Margaret Tafoya

"I use only natural materials from Mother Earth, and I fire my pottery in an outdoor bonfire.  I demonstrate my pottery making and have written a book on it (see "Book" page)."

"1968 was the first year I sold my pottery.  I sell my pottery at my home Studio/Gallery in Santa Clara Pueblo.  My pottery has gone to collectors all over the U.S., Canada, France, England, Germany, Japan, Denmark, Holland, Australia and Italy."

In the spring of 1999, we visited Toni and her husband, Ted, at their home gallery in Santa Clara.  She was working with the clay in her studio when we arrived.  She explained the purpose of her studio was to show the traditional ways of pottery making.

In a second meeting weeks later, Toni provided the following statement: "Toni Roller, granddaughter of Sara Fina Tafoya and daughter of Margaret Tafoya, says that the meaning of 'traditional' in pottery making has been misrepresented by many, including some Santa Clara Pueblo Indian Artists.  Some of these artists say, and some collectors believe that the use of, what they think are, traditional shapes, designs and carvings make the pottery traditional, but this is not true.  Shaping, carving, incising, or any other decorating styles in pottery are forms of expressing one's artistic talent when advancing in new directions, but this could be in traditional or non-traditional pottery.  The Margaret Tafoya family uses traditional Pueblo designs, but many other Santa Clara potters use animal, bird, and human or Katchina designs because they cannot explain the meanings of the traditional designs.  Also young artists may not know that human and Katchina figures must not be used in Pueblo pottery according to our traditional Indian beliefs."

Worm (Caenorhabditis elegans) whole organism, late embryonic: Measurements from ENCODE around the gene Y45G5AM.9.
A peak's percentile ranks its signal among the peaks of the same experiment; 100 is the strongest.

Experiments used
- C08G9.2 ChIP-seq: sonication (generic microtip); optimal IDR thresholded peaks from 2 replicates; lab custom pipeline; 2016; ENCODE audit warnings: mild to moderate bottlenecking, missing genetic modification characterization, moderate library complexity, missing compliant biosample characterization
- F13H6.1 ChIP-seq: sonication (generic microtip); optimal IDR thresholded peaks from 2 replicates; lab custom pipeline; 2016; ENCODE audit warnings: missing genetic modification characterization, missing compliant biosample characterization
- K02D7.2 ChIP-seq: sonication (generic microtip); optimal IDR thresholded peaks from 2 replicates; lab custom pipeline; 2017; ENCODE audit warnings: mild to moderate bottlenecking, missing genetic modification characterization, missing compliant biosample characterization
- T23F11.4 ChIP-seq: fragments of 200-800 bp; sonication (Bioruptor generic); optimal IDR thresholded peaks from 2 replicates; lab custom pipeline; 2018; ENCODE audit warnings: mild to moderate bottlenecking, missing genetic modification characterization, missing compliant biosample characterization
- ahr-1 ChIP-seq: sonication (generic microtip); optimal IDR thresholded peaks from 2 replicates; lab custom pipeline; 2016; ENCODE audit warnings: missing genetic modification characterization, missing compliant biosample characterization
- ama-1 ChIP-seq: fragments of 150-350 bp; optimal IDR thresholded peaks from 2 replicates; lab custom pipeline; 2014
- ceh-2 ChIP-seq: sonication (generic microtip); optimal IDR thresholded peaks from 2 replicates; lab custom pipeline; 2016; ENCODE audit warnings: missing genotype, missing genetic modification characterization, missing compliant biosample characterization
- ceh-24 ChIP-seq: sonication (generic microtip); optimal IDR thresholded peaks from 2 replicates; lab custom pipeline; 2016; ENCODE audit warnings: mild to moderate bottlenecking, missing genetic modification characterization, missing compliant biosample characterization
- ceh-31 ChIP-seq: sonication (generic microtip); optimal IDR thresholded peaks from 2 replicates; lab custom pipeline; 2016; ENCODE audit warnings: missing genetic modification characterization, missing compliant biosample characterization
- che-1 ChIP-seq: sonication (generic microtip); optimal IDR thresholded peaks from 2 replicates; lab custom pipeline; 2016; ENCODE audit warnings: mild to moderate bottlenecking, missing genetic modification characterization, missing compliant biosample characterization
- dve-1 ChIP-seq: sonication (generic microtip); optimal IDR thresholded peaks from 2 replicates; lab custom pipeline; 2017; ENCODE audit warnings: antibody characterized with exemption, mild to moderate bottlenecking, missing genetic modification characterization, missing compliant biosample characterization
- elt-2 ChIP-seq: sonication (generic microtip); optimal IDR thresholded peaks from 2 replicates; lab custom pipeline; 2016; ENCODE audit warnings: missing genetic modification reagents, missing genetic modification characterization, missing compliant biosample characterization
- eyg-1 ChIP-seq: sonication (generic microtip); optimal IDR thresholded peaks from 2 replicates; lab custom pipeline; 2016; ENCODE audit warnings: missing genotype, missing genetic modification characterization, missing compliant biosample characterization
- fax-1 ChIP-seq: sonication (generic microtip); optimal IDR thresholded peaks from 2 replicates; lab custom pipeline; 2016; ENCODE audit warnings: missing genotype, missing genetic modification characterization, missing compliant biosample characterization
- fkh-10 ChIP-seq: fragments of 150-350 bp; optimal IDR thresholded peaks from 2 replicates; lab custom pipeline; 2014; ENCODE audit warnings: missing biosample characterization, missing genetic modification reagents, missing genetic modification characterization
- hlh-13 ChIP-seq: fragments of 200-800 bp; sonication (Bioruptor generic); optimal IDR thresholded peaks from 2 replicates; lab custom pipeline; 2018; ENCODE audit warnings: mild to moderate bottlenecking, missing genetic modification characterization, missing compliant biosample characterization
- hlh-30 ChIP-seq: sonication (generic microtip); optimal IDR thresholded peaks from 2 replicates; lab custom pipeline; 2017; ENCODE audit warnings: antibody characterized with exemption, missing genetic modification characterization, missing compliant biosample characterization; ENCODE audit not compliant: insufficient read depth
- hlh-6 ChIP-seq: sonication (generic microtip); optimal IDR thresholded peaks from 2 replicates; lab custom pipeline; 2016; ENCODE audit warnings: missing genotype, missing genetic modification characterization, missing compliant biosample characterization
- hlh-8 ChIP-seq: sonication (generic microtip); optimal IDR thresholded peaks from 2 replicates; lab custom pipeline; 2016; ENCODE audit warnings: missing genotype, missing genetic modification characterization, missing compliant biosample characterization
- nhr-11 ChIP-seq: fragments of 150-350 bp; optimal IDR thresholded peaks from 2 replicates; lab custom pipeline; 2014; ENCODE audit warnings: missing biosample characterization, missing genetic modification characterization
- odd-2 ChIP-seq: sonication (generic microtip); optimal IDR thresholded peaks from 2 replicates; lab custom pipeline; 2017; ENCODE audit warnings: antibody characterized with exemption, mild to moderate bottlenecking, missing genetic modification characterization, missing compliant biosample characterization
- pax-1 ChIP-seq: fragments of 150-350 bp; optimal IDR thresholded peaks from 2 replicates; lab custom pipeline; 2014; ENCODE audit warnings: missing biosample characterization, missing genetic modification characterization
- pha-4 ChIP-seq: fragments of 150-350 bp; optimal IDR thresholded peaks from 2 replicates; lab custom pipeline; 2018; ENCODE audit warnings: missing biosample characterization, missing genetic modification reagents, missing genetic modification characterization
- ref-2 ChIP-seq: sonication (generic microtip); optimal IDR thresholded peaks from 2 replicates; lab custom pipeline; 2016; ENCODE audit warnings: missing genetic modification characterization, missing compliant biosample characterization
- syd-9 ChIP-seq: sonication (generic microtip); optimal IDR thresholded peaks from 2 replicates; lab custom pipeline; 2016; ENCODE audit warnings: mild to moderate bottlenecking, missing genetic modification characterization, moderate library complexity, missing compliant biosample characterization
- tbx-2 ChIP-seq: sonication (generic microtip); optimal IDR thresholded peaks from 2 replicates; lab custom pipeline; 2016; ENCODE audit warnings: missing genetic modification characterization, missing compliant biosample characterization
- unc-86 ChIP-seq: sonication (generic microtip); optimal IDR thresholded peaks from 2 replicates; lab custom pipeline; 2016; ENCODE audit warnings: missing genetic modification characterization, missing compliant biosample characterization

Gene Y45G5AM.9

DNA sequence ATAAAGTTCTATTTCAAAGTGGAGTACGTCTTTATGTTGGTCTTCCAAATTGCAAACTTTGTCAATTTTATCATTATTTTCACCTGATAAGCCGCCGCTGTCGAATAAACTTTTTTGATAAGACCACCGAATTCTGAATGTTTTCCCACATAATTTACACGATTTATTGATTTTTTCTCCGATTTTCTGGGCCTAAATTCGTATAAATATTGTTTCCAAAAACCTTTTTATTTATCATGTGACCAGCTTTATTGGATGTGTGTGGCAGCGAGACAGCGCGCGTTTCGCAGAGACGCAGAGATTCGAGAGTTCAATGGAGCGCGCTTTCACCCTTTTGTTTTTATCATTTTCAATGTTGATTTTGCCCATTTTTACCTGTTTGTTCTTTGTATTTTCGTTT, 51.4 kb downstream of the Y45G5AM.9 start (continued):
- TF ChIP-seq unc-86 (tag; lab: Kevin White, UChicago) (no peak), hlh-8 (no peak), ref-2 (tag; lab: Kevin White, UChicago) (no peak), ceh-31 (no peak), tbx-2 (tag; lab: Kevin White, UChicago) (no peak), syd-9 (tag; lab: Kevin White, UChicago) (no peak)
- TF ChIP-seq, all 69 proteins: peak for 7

"Traditional pottery is pottery that is made completely of natural materials from Mother Earth and fired in outdoor fires.  Using commercial clays, paints, and kiln firing is definitely not taken from our ancestors, so that kind of pottery cannot be called 'traditional' and such work is not authentic Santa Clara traditional art as taught to us by our ancestral potters and passed down, through Sara Fina and Margaret Tafoya to our families.  Santa Clara pottery that is made with commercial materials was referred to by my mother, Margaret, as 'fake' Santa Clara Pottery."

"One can tell commercial clay pottery because they usually have thin walls which we cannot have with our natural clay because we screen it through fine screens to get smooth finishes, then our thin walls would not have enough strength and would not allow us to do our carvings."

"If Pueblo potters will not show you how they mix their clay, or how they make and fire their pottery, you cannot trust that it is traditional pottery.  Judges at pottery shows such as Santa Fe Indian Market or anywhere must consider if pottery is traditionally or non-traditionally made."

Toni explained that she enjoyed creating pottery, because "I am helping the traditional, Santa Clara Pueblo pottery making art, as given to us by our ancestors."

We are thankful Toni Roller and many of her family members were helpful and were supportive of our efforts.  We recommend Toni Rollers' book, "Indian Pottery by Toni Roller of Santa Clara Pueblo" to our readers, as an excellent, step-by-step guide to traditional pottery making techniques in the Tafoya family tradition (see "Book" page).

Courtesy of "Pueblo Indian Pottery: 750 Artist Biography", Volume 2 by Gregory Schaaf